We were up early this morning to appear on Skyy Power FM in Takoradi ahead of today’s show from Ghana. As the unerringly accurate weather forecast says every evening, ‘tomorrow will be sunny and hazy’ and so it was when we set off just before 7. More importantly, for the first time this week I have a little time to write to you properly.
WILL THE AFRICA CUP OF NATIONS CHANGE GHANA?
It’s not as ridiculous a question as it might sound. I know this is football not politics, but ask Germans what affect the 2006 World Cup had and they’ll tell you it fundamentally changed how the world saw Germany and how they felt about themselves. Here in Ghana the debate is not about the merits of holding this event (it’s almost universally welcomed) but about the impact it will have on how Ghanaians work and how they world views their work. It’s about proving what they can do.
Do Africans need to change their attitude to work for their countries to develop? And will this tournament kick start the process in Ghana?
Ghana has a Minister for Information and National Reorientation and her job is affect a cultural change that will be see Ghanaians develop better punctuality, more efficient business practices, better application at work and a culture of maintenance (this last point with specific reference to the four brand new stadiums here). Other African governments have similar ambitions.
We met the head of a secondary school here who said Africans needs to ‘revolutionise their minds’ if their countries are too develop. He called ‘African time’ (in other words being late) as a ‘cancer’ which is holding the continent back.
(If you want an example, when we arrived at Dynamite FM in Tarkwa on Monday and heard the presenter telling everyone World Have Your Say started at 5pm. ‘You’ve got the time wrong,’ we told him. ‘Don’t worry,’ he replied. ‘If I say 5 then all being well people will start arriving by 6.’)
Some think the Africa Cup of Nations will help the Minister’s work immensely.
INKENSON SAYS GHANAIANS NEED TO CHANGE…
Inkenson is a WHYS listener here in Takoradi. He’s written a post on the blog about how he believes an ‘attitudinal change’ towards work is coming. Have a read and post a reply to him.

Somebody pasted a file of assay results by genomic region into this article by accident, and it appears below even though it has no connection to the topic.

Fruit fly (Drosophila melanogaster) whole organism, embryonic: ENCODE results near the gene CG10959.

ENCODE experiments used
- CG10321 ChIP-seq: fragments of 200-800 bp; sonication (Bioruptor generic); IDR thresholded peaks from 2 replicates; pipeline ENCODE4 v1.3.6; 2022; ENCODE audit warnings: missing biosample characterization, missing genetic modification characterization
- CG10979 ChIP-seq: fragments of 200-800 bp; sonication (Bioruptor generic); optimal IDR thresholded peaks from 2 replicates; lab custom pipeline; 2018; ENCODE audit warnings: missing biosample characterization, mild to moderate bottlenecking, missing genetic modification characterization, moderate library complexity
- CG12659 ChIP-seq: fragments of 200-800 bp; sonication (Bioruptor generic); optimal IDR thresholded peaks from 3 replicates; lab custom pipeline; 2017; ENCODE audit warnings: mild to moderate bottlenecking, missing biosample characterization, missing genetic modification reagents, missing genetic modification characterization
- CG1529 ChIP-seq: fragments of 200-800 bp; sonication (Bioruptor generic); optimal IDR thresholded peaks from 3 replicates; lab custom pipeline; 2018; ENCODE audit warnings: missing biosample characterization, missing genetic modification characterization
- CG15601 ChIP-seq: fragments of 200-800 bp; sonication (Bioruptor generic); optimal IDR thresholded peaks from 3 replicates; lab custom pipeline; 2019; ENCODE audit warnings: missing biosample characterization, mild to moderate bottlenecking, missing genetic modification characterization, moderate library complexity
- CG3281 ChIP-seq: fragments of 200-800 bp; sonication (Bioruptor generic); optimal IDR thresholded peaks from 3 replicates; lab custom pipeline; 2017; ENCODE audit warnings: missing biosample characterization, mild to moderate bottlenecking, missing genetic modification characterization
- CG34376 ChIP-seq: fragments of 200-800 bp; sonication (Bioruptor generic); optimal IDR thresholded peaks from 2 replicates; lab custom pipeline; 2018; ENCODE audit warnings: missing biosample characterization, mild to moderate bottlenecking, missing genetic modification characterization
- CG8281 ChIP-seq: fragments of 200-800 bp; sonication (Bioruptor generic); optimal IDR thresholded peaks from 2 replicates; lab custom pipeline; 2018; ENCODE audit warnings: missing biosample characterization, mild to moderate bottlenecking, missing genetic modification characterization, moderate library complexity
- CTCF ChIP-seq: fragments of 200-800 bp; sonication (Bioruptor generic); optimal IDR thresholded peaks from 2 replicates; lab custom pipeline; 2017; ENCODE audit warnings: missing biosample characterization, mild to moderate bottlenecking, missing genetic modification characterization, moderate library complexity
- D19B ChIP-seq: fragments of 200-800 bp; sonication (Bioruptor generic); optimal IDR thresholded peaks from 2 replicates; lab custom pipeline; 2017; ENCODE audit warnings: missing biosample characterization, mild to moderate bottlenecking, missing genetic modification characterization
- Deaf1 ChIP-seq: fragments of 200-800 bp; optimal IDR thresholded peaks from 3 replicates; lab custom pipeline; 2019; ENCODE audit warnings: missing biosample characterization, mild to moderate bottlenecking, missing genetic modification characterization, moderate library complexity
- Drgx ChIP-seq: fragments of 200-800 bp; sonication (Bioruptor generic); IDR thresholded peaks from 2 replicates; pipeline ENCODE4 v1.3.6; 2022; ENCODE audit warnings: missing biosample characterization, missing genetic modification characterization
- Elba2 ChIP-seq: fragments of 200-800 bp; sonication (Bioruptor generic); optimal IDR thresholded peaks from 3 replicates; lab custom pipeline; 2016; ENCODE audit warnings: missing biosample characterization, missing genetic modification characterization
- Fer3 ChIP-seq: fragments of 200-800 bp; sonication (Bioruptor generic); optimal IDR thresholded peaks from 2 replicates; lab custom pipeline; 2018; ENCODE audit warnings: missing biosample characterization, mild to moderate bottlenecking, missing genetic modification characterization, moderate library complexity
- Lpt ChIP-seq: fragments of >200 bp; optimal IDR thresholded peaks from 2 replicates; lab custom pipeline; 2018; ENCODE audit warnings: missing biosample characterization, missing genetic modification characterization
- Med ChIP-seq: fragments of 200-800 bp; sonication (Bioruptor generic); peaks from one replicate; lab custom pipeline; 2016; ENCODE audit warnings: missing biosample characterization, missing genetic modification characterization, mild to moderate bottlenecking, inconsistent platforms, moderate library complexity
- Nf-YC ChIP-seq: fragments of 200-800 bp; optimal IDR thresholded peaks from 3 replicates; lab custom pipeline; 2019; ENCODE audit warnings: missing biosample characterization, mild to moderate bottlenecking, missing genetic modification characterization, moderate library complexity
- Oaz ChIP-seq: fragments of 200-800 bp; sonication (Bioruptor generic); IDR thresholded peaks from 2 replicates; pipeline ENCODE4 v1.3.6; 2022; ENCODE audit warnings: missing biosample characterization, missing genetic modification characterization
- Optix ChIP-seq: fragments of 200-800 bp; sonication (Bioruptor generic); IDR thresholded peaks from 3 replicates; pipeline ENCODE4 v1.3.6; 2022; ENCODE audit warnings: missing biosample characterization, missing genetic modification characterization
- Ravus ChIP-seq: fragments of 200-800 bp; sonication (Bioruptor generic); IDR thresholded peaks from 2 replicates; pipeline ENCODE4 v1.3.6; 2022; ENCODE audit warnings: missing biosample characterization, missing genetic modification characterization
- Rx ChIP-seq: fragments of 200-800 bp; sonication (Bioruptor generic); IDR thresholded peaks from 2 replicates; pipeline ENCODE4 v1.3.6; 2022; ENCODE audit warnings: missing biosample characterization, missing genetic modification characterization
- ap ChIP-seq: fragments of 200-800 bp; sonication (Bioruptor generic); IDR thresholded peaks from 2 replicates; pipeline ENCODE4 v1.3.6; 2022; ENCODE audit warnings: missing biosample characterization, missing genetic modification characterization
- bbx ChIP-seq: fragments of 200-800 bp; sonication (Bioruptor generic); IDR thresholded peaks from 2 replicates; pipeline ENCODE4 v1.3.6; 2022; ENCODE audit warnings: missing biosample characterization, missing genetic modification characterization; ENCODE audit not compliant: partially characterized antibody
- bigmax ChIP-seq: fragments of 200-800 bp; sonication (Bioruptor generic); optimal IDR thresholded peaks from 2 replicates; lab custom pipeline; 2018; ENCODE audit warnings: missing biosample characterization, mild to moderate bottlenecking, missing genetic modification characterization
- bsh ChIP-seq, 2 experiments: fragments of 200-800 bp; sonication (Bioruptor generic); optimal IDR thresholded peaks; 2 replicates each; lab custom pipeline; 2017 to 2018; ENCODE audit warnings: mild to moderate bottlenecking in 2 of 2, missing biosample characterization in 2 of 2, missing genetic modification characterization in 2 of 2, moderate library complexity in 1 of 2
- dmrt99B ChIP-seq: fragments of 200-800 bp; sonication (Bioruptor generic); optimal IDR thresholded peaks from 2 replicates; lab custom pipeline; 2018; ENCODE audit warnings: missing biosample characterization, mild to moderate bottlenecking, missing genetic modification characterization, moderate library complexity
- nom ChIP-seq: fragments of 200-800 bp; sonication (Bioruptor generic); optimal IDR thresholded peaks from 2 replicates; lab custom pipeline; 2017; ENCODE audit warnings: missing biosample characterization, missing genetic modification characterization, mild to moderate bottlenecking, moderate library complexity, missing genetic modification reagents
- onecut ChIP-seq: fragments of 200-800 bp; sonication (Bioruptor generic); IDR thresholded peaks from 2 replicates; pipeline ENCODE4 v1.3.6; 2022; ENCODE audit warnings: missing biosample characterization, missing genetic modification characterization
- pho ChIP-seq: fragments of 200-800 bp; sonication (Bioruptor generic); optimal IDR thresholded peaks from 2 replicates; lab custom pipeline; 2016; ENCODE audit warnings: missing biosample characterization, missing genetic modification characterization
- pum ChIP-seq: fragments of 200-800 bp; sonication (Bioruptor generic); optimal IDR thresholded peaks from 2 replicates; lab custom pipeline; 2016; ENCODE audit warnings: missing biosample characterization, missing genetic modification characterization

…OTHERS THINK WORK MUST COME SECOND TO FOOTBALL.
I love this article. While some like Inkenson think attitudes to work are changing because of this tournament, it seems it’s not a universal view. One worker argues that the day after a game should be work free: ‘We also worked as hard as the players by giving them the support so we deserve a holiday too”. As one boss said of his workers after the Black Stars (Ghana’s team) won, ‘we can force the horse to the river side but cannot force it to drink the water”. I’m sure WHYS Editor Mark feels that about us sometimes.
If you’re in Africa, do attitudes need to change?
If you’re outside of Africa, do you care how Africans do business?
WHERE WILL WE BE TODAY?
Skyy is the main media player in town and today’s show is from a fantastic auditorium at the back of Skyy House. It’s normally used for TV shows and rows of blue seats bank steeply in front of a small stage (which has a lectern I have no intention of using). The props for a game show called ‘Magic Numbers’ are all at the back of the stage. If the heat gets to me, I may start introducing you with ‘and in red box number 3 we have Lubna in Baghdad’.
PHOTOS OF WHYS IN GHANA
We’ve had some success of getting snaps onto Flickr. If you’d like to see where we’ve been and the people we’ve met and worked with, scroll down the front page of the blog a little to the Flickr link on the right.
TONY BLAIR ARRESTED
It’s on the front-page of the Daily Graphic this morning.
We met a businessman yesterday who had four phones. I was impressed (and baffled) and asked him why. He said there are four main service providers and each are a client of his. So, as you can tell the network from your number, he always calls the companies using their phone network. Cunning.
AMERICA’S CANDIDATES REACH THE SHARP END
Giuliani and Edwards are gone and others are faltering. By the end of the next week we may know who’ll be fighting it out for the American Presidency. ‘Tuesday’ doesn’t’ do justice to the importance of February 5th (over 20 states are voting in primaries and caucuses) so the US media dubbed it Super Tuesday. We’re taking it one step further and having a Super Wednesday as well. We’ll be hearing your reaction to the results all day long on the blog, and almost certainly talking about it on air.
Goat, rice and pepper soup to those of you who got this far. Speak to you later and I’ll back in the WHYS studio on Monday.